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 Oh Crap!!!

I screwed up and now I have this pitch pocket in the worse place possible! At first I figured I'd just clean out the pitchy goo with chisel, but the damage ran too deep. Nothing to do now but let in a piece of wood, kind of like inlay work. Its not so tough to do, it's just something I hadn't planned on doing this afternoon!

Since the pitch pocket runs at an angle to my work piece, I need to remove more stock than I wanted. I determined I needed a 3/8" straight cutting bit to cover the width of the repair. Next I need to know how deep to make the repair, simply adjust the height of the bit in your router table. 
Finally I need to know how long to make the groove. Just measure from the far side of the cutter and make a pencil line on your table so you know you've gone far enough.
Next set your fence so the bit will catch the whole repair. I felt safer installing a feather board to keep the stock tight to the fence. If the stock was to wander, the patch would have voids in it.... not good!
Now for the really hard part, start the router, push the workpiece into the bit, and stop at the line. Don't try to back up or lift the piece off, just shut off the router as soon as you reach your line, this keeps the bit from heating up and burning the wood. Gee that was tough, took longer to set up the router than to make the cut!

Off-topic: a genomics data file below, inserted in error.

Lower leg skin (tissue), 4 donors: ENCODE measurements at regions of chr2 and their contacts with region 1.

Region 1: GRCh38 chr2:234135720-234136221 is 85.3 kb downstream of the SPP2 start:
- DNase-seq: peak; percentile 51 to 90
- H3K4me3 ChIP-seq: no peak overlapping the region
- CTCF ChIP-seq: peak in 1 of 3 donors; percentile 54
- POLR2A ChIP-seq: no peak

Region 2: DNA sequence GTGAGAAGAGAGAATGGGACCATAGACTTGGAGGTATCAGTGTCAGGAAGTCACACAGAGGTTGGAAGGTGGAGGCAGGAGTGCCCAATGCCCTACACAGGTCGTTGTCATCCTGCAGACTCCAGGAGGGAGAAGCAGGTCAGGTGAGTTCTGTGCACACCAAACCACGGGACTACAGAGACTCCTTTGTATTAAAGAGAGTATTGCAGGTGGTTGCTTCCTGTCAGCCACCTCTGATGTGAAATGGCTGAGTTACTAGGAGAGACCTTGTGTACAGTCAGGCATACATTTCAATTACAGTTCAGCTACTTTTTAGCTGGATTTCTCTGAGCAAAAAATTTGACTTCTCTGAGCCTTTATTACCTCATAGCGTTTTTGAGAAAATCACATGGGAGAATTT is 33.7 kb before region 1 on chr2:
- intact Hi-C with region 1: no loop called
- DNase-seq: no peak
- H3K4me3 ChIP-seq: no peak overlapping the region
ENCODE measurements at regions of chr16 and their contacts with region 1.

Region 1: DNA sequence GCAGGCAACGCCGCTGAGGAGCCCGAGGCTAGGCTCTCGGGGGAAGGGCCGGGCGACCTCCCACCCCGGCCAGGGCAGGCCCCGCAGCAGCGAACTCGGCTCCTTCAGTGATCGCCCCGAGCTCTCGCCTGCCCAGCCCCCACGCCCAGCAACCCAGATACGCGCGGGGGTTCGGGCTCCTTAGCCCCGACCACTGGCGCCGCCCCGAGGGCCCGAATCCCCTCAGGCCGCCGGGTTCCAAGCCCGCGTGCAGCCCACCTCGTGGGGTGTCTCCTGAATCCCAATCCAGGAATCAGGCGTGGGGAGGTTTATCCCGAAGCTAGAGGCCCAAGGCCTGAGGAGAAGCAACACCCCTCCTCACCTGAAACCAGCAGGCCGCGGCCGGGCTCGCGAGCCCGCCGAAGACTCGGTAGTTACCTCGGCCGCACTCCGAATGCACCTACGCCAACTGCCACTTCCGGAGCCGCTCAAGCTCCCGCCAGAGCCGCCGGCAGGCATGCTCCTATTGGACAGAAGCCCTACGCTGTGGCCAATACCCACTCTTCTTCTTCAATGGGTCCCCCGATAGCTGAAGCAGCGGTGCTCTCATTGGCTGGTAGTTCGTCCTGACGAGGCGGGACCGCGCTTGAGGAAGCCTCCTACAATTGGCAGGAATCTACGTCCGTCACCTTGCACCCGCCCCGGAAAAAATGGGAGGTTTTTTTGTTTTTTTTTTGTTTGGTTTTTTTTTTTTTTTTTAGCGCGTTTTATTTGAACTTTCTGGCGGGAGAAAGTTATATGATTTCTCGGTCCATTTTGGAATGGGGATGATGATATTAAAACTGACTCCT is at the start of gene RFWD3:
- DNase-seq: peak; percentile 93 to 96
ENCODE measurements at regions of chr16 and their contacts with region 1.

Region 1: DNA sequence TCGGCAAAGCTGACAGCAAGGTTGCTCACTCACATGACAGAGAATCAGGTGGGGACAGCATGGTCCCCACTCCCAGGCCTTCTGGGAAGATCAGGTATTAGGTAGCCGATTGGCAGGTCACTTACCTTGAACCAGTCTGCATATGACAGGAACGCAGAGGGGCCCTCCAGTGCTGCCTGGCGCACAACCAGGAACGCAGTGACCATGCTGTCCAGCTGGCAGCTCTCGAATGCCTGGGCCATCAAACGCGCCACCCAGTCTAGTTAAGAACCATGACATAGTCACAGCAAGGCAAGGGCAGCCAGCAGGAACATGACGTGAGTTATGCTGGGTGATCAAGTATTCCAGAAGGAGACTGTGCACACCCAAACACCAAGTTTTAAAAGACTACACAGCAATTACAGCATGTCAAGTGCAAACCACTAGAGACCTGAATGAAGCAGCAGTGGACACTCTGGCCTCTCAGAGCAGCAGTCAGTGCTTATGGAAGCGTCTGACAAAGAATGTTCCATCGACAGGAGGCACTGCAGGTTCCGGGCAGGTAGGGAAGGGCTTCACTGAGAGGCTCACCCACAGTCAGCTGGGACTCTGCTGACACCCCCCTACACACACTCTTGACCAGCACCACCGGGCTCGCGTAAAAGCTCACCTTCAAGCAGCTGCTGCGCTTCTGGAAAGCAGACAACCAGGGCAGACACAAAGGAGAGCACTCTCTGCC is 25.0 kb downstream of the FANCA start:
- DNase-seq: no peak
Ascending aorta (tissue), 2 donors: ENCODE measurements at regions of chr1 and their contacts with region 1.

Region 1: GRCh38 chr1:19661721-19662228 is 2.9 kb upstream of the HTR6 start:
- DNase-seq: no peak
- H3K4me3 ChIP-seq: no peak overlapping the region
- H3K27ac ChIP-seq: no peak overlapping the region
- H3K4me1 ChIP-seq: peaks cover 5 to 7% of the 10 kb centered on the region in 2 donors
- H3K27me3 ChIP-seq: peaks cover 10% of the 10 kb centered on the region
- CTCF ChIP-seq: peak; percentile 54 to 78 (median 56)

Now I found this to be tricky, and a little nerve racking. I need to make a plug to fit the  slot we just made. I grabbed a matching piece of wood, pine in theis case, about 15 inches long. The idea is to keep my fingers far away from the blade. Its almost impossible to make it fit perfectly the first time, so I intionally made it a little wider than need be. Then i movved the fence a whisker, trimed the piece again and tested the fit, then back to the saw, tap the fence just a bit, and try again. I got it just right on the third try!
Next i rounded the end to match the router bit that made our slot. Then just trim it down a bit and glue it in, if its snug enough you don't even need to clamp it.
Not too bad, the dark line is glue, not the best job, but sence this project is getting painted, it isn't a big deal. If this was a stain grade job, then i would of taken extra steps to match the grain and make the radius perfect.


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